• "A potential change was discussed to improve the ability to report the operating fund results separately from reserve fund activity."    

Source: December 12, 2018 - Finance, Budget & Insurance Committee Notes

  • "Met with [management company] to discuss their accounting policies." 

Source: December 7, 2017 - Finance, Budget & Insurance Committee Notes

  • "Set the next meeting for December 12th. [Management company] will explain the current accounting method..."
  • "Decided to meet in the near future with [management company] to hear what the current accounting method is and what method might best serve us going forward."

Five Reasons Accurate Monthly Statements Are Necessary

5 Reasons Accurate Monthly Statements Are Necessary (pdf)


In the Annual Report, dated April 12, 2018 the Board tells us:  "More detailed financial information is available on the Association website."

Ten (10) days later they tell us the detailed financial information will no longer be available on the Association website and can only be reviewed by traveling to the management company's office.   


Why are the Board and management company making it so difficult for homeowners to review how their money is being spent?


Why is it so important to monitor our financial statements?


May 30, 2018 (PennLive.com) :  A property management company manager is accused of stealing more than $77,000 from a Susquehanna Township homeowners' association.

Court records say that Davis provided fictitious monthly statements for a $35,000 CD he was supposed to have opened for the homeowners' fund in February 2016.

Click on the buttons below to read the entire articles.  http://www.pennlive.com/news/2018/05/property_manager_accused_of_st.html

"Any form of concealment begs suspicion."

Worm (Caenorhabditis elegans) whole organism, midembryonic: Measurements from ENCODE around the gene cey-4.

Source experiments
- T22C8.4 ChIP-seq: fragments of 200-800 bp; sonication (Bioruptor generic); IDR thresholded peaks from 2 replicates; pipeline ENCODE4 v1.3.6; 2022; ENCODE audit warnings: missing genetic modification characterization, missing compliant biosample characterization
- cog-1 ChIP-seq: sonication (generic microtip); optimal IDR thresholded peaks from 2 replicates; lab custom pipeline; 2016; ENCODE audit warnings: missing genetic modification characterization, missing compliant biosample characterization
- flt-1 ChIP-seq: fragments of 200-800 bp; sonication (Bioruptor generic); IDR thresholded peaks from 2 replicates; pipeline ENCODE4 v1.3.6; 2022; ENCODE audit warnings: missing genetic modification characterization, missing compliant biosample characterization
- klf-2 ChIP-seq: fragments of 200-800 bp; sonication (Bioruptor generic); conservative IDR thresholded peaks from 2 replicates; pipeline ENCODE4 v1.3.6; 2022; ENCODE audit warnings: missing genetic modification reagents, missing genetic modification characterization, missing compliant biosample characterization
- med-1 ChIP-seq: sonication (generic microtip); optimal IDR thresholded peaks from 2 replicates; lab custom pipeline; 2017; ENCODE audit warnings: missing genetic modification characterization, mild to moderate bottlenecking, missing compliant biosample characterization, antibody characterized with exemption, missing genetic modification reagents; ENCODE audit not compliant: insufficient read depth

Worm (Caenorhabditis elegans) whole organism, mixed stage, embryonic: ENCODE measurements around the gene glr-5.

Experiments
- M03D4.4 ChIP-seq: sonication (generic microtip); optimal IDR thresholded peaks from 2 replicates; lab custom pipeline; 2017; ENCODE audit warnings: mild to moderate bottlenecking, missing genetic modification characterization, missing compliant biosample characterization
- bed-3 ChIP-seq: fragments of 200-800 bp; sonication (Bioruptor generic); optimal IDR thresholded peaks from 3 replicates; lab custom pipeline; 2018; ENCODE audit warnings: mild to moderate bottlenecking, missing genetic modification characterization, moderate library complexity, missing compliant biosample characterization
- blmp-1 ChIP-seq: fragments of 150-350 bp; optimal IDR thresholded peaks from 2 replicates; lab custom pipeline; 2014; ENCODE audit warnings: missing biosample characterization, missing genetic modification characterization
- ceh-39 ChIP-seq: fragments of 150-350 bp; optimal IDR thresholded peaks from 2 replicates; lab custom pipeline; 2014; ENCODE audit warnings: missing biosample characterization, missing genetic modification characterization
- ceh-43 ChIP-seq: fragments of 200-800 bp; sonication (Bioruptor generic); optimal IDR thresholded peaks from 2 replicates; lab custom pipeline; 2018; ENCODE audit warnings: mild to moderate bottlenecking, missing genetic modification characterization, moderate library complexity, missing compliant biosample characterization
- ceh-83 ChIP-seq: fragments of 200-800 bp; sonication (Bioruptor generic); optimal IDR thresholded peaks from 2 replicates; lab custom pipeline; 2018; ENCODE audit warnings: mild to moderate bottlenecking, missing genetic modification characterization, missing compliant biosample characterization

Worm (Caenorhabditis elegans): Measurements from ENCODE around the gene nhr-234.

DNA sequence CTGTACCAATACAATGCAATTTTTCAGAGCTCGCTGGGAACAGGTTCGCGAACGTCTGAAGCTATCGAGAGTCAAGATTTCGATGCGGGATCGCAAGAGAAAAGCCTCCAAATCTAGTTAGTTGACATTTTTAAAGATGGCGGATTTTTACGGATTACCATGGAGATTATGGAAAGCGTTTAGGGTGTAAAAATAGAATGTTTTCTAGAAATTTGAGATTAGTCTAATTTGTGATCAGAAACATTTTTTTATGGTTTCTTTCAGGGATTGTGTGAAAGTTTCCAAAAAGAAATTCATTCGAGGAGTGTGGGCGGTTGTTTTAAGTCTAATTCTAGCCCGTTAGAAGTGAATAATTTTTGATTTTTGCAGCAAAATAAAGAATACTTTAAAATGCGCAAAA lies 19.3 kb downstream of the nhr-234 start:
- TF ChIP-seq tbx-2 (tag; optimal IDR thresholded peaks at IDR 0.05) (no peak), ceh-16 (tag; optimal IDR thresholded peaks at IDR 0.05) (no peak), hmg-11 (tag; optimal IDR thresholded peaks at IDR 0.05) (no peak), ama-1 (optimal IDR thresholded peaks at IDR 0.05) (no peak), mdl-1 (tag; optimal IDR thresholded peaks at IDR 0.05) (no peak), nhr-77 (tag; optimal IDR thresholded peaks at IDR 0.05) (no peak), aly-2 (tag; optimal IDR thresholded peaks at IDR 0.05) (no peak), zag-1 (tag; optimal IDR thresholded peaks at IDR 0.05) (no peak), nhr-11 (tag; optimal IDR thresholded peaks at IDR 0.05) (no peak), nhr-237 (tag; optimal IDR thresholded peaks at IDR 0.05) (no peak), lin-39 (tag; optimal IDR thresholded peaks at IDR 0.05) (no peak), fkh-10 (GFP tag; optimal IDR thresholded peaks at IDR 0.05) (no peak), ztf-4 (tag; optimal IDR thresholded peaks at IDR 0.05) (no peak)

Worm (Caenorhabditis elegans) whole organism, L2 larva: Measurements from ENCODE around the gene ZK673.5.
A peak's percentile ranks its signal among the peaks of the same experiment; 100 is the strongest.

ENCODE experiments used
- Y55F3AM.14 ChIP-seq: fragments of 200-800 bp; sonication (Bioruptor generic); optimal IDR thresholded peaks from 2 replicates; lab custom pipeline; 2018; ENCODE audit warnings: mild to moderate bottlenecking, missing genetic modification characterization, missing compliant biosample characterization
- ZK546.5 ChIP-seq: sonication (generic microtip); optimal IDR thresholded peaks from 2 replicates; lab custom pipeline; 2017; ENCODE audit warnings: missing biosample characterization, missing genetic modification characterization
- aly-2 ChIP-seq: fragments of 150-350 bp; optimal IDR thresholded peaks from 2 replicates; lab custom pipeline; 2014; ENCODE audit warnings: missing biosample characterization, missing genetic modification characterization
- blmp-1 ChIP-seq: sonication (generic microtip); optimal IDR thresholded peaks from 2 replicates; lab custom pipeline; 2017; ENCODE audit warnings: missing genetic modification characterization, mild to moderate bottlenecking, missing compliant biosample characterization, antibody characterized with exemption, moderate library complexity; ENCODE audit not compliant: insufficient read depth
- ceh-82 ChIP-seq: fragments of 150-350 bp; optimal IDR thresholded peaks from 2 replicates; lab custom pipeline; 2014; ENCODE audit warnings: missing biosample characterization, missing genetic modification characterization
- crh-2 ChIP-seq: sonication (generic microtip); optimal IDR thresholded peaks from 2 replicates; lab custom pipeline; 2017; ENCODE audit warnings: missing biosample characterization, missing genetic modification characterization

Withholding Financial Information from Homeowners

Non-board-member homeowners should ask tough questions. They are entitled to request records and to lobby for a financial audit. 

Transparency should always be of utmost priority for board members, especially in areas related to finance.  Any form of concealment begs suspicion. 

Any board member, officer, or management company that conceals records and financial transactions should be suspect. Best practice would mandate association finances to be transparent to the homeowners at all times. 

The monies belong to the homeowners as a whole.

Be vigilant about your HOA’s accounting practices.  Be informed and demand transparency. 

Source:  https://associationevaluation.com

3/17/2019 - December 2018 Financial Statements Posted


It's MARCH 17, 2019: The December 2018 monthly financial statements are finally available!!

Do not be misled by the latest "Financial Statements Review for the year ended December 31, 2018."

They do not reveal the detailed expenses for December, 2018.

The first 4 months of 2018 financial statements are still missing from the HOA website.


But hey, you don't care where your money is going. Right?

Would a $94,170 financial mistake concern you?


"It's just a simple accounting error." *



"...accounting was done in reverse." "Everyone makes mistakes." *